An iOS Game Post Mortem – Boom Boom Bros.

Boom Boom Bros. Logo

Boom Boom Bros is a Rampage inspired TimerMan-style game. Please check it out here, and give it a rating if you like it. Similar to Timberman, the player hacks away at a central structure, each hack replenishing the life bar which is slowly draining at all times. Unlike Timberman the obstacles, in the form of missiles, fall from the sky rather than being affixed to the side of the central structure. Additionally, the tower is composed of two sides. These attributes introduce a bit more of strategy in BBB. For instance, a wise player will hack as quickly during the early part of the game when the missiles are more sporadic. Doing this fills up the energy bar for later in the game when the player is so busy dodging missiles that he/she can not easily hack at the building to keep that life bar up. Also, because the building is made up of two sides, the player can only hack so many segments on a side of the building before needing to flip to the other side. This causes the player to take risks when missiles are raining down, more so if the player’s life bar is low.Boom Boom Bros. screenshots

What Didn’t Work

Boom Boom Bros. BarfTime Management:
BBB was developed in the evenings and on the weekends across the span of about 8 months. This was excessive for a game as simple as it is. An area where development could have been speeded along would have been in the offloading of the artwork. Doing all of the artwork (with the exception of the bricks tiles, which a friend fashioned for me) was a black hole of time. Animation, even the simple stuff in BBB, is mind bogglingly time consuming for me. Of course, I say this as if I didn’t love making all of those sprites; I loved it. However, if I was trying to make money off of an endeavor like this, and time was crucial, writing the code and rendering the artwork in parallel (via an artist) would have been the way to go.

A New Language & Framework:
Another aspect that extended development was that BBB was my first project written in Swift. I had previously spent a couple years writing iOS hobby projects in my spare time, followed by 2 years of experience as a full time iOS developer (starting sometime around iOS 5, and ending early during iOS 7’s reign). Those experiences made the learning curve pretty mild since I was familiar with the cocoa touch APIs. Regardless, development would have been speedier leveraging my experience in Objective-C. On the other hand, I can think of no better way to become familiar with a language than to use it in a project. I’d do it again, assuming time was not critical.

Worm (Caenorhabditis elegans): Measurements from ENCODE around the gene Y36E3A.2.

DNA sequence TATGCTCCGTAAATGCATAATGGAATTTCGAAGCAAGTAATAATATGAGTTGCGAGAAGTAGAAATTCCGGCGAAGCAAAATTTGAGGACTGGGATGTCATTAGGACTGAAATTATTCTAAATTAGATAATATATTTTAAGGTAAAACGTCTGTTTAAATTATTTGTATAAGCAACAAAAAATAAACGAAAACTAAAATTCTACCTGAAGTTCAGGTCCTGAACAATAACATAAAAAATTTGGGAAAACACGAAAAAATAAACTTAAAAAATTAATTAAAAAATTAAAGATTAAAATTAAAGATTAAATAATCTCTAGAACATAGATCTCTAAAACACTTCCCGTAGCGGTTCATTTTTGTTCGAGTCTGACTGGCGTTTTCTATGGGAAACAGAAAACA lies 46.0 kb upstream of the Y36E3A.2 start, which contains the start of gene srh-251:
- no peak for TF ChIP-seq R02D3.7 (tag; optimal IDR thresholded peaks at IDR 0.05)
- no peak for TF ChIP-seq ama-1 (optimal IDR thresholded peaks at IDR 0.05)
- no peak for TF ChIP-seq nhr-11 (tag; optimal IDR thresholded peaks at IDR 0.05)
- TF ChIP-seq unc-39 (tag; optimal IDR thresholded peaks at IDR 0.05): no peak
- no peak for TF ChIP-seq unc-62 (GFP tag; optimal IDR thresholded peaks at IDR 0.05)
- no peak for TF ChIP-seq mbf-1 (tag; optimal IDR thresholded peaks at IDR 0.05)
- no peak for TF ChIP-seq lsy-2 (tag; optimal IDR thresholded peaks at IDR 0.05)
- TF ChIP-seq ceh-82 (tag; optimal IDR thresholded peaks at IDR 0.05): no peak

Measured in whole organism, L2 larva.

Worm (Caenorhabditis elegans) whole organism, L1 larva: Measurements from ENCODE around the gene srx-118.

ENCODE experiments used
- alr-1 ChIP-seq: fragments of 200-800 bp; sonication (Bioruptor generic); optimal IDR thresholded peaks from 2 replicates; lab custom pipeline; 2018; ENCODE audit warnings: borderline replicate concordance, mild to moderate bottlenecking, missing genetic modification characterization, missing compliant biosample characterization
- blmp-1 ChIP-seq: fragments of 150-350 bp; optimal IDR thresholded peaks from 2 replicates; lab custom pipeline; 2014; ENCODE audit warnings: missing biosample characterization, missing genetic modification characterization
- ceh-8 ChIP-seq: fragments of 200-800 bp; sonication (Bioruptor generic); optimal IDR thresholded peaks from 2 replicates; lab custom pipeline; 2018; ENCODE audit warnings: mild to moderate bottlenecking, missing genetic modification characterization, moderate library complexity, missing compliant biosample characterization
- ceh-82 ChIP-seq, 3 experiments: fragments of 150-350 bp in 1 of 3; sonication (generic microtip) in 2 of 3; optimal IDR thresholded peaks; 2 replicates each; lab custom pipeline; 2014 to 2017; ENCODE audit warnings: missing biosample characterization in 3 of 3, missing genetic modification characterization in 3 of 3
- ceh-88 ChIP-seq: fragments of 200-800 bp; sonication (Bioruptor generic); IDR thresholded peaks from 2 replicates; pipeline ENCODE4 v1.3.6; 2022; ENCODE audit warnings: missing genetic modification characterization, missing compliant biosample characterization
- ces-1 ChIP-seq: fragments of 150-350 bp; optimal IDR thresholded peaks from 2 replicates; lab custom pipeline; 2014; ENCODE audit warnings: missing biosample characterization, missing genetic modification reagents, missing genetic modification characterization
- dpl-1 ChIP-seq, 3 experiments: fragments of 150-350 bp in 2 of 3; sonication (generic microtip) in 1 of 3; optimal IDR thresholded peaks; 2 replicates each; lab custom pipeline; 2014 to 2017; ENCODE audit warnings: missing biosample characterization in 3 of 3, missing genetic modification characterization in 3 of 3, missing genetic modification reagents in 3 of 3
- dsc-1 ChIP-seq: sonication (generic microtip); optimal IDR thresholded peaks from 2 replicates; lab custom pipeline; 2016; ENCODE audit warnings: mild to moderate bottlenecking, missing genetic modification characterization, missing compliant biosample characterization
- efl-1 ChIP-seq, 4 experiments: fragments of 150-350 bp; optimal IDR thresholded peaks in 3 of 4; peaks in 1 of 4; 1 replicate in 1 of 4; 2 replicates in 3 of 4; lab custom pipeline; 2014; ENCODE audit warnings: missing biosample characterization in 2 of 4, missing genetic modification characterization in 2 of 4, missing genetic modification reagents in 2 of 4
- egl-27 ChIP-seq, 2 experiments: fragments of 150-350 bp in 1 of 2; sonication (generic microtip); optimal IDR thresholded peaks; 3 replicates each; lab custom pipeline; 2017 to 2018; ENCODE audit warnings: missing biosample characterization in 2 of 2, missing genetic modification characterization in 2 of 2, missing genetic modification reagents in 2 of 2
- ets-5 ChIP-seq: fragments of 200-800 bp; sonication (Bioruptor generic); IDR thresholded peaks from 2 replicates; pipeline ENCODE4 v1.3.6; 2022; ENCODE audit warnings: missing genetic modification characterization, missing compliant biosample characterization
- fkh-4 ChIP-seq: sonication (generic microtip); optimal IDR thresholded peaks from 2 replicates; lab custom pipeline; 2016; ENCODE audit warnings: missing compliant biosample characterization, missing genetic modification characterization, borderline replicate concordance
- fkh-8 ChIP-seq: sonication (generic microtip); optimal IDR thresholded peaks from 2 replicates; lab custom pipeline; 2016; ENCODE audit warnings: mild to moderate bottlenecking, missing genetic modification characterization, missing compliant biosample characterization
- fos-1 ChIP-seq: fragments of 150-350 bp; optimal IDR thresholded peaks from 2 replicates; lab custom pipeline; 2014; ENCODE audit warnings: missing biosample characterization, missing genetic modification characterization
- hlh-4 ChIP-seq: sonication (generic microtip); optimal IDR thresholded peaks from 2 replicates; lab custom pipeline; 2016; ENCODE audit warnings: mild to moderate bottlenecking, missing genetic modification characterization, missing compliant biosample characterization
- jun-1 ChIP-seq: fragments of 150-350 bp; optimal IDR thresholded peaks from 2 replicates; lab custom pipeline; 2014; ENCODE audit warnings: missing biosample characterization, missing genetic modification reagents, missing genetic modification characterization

BBB was also my first game using SpriteKit. SpriteKit does a ton of great things for you, but I did encounter a handful of bugs that were nearly deal breakers. One notable one was where textures would disappear (http://stackoverflow.com/questions/22576966/spritekit-loses-textures/27915761#27915761) after animating through a set of them rapidly. I never solved this issue, but I did work around it. Another issue I had involved the inability to use certain sprites to formulate physics simulation collision boundaries (http://stackoverflow.com/questions/28145980/why-am-i-unable-to-use-the-skphysicsbody-constructor/30883855#30883855). Like the previous issue, I couldn’t resolve the issue but was able to work around it. Yet another occurred (http://www.openradar.me/17825348) when using Swift in conjunction with GameCenter. I’m sure that hiccup burned an entire day of time. Though each of these issues was relatively minor, the time spent debugging and working around each was significant. In hindsight I should have researched alternative frameworks for 2D games before starting in. Cocoas2D, for example, has been battle hardened at this point and I should have, at least, looked into it.